Three years, and all we got was one measly picture. Yet when, in late January this year, Sony Japan released a production screenshot for what has since been dubbed ICO 3, web forums went berserk. What could it mean? When would the game be released?
The picture, which shows nothing more than a rusty chain disappearing into a circle of mossy stones, has been the subject of obsessive dissection and endless conjecture in the months since its appearance in a Sony recruitment advert.
“After looking at the shot for hours, it’s now starting to make sense,” wrote a chap called Redmond on Team ICO’s blog. “That chain is actually lying on the ground, and whatever is tied to it is casting that huge shadow at the top of the picture. Hence the hole on the ground, and that’s why so many people were confused by the ‘depth’ of the image. Something or someone is imprisoned down there.”
That a game can generate such a vast amount of fuss without any marketing hype is a testament to just how treasured Fumito Ueda’s previous games (ICO and Shadow of the Colossus) really are.
And for once, the hype and hysteria is truly justified – I probably haven’t given ICO a spin for about five years, but I can still remember so much about it that I could have played it yesterday. Its youthful protagonist (with his memorably incongruous horns) and his relationship with the ethereal Yorda were truly unforgettable, and its setting – a castle of awe-inspiring scale and imaginativeness – had an atmosphere and personality that was absolutely unique. Indeed, ICO‘s surreal and faintly disturbing ambience carried the game through its weaker moments – particularly its admittedly repetitive, button-mashing combat. And thanks to Ueda’s extraordinary artistry, which recalls the work of the Greek surrealist Giorgio DeChirico (whose surname may well have inspired the game’s title), ICO became much more than the straightforward platform/puzzler it might otherwise have been – and in the process became one of the first games that could justifiably be described as art.
Ueda’s follow-up, Shadow of the Colossus, was no less breathtaking. The linear, confined spaces of ICO were replaced this time by a vast, desolate landscape, which the game’s protagonist, the appropriately named Wander, had to traverse on his trusty steed, Agro. The aim of the game this time was to seek and destroy the titular Colossi – mountainous, eerie figures that appeared to be hewn from the landscape itself. Finding a way to scale these giants formed the core of the game’s challenge, and while the process could be described as repetitive (find giant, locate weak spot, kill, rinse and repeat), it was again Ueda’s unique atmosphere that carried Colossus through – there was something indescribably majestic about Wander’s towering quarry, and the slaughter of each one was strangely poignant; it felt as though you were actually killing an ancient, living thing.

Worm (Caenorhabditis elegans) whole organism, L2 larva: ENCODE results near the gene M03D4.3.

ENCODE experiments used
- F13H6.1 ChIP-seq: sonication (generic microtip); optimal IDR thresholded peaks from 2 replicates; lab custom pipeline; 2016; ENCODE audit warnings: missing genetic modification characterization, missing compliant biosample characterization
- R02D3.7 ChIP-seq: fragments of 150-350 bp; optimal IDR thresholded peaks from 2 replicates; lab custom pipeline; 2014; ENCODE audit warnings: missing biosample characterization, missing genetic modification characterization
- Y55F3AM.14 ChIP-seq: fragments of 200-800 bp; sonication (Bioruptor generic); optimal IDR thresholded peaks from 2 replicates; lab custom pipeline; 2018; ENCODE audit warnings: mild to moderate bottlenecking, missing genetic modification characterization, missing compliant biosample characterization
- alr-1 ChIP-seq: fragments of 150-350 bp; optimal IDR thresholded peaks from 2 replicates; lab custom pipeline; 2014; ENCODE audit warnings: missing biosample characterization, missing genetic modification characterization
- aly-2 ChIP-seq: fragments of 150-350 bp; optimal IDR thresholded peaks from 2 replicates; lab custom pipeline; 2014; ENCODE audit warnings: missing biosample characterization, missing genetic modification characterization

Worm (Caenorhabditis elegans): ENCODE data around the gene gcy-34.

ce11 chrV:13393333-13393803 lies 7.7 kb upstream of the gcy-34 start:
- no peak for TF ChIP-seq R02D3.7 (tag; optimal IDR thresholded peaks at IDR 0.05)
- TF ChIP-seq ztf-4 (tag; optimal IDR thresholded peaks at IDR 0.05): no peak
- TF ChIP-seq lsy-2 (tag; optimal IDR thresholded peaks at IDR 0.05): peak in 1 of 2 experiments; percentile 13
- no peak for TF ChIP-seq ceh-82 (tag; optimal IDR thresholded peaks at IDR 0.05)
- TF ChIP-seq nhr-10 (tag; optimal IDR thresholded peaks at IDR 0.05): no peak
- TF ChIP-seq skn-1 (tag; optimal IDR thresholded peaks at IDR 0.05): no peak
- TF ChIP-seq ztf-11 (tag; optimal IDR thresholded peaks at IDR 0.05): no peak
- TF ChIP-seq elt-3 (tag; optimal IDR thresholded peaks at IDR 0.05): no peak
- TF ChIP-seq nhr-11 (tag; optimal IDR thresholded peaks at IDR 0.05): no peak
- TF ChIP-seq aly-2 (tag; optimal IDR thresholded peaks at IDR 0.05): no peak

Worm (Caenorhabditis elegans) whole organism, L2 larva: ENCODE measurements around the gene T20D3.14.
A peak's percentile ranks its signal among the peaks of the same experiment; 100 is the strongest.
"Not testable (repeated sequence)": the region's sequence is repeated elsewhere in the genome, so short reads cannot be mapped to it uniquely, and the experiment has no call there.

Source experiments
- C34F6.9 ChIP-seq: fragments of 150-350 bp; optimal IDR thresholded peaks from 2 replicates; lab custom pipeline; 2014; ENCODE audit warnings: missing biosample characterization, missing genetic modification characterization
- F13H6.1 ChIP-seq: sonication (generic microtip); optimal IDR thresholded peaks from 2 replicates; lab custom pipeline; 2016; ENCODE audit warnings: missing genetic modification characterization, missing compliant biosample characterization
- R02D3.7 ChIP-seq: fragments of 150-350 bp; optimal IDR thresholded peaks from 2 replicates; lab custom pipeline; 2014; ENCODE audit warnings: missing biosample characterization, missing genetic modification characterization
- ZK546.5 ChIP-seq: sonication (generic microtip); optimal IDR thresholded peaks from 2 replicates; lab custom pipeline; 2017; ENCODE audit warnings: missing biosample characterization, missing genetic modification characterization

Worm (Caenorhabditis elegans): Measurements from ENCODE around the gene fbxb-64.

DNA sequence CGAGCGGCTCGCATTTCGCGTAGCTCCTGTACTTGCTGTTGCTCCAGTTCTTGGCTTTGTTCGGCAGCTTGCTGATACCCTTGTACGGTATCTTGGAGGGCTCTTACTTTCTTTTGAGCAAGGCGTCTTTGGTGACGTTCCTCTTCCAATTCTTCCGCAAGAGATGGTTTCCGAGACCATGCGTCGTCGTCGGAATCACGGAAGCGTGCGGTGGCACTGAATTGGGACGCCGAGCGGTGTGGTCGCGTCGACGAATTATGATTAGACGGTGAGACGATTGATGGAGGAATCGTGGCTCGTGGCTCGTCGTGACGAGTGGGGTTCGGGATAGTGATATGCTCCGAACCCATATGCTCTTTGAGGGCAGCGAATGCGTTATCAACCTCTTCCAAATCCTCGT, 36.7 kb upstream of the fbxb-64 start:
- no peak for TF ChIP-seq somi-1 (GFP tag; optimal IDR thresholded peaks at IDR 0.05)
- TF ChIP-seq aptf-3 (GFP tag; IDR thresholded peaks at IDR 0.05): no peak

Perhaps Ueda’s greatest enemy in the production of Colossus was the aging architecture of the PS2 itself; while the game is still genuinely stunning to look at, even three years on, there are moments when it becomes obvious that Sony Japan’s team really overreached themselves; an often wayward, jittery camera and a chugging frame rate during colossus battles conspired – but failed – to ruin the experience. You can only wonder what the team could have done if they’d simply waited a year and released the game for the PS3 instead.
Given the critical praise and the adoration heaped on ICO and Colossus by fans, you’d think that Sony would be desperate for Ueda to rush his next game onto the shelves, yet so far we’ve seen nothing more than the production shot mentioned earlier. Ueda said back in August that “my game hasn’t reached critical development yet”, and has said little else since. Meanwhile, fansites such as teamicogamers.blogspot.com have formed whole communities around excitement and conjecture, and they’ve even announced that they’re going to publish a magazine on the subject. Proof, perhaps, that the clamour for ICO 3 (or whatever it turns out to be) has never been higher.
And while the PS3 isn’t without its fair share of genuinely excellent titles, Sony could really do with another ‘killer app’ right about now; despite my wavering over LittleBigPlanet, I’ve yet to come across a game that would make me genuinely desperate to own a PS3, despite my patronage of the Playstation’s earlier iterations. But if a release date for ICO 3 were announced, I’d happily exchange a kidney for one.
Ryan writes his gaming column every week at Den Of Geek. Last week’s is here.
18 December 2008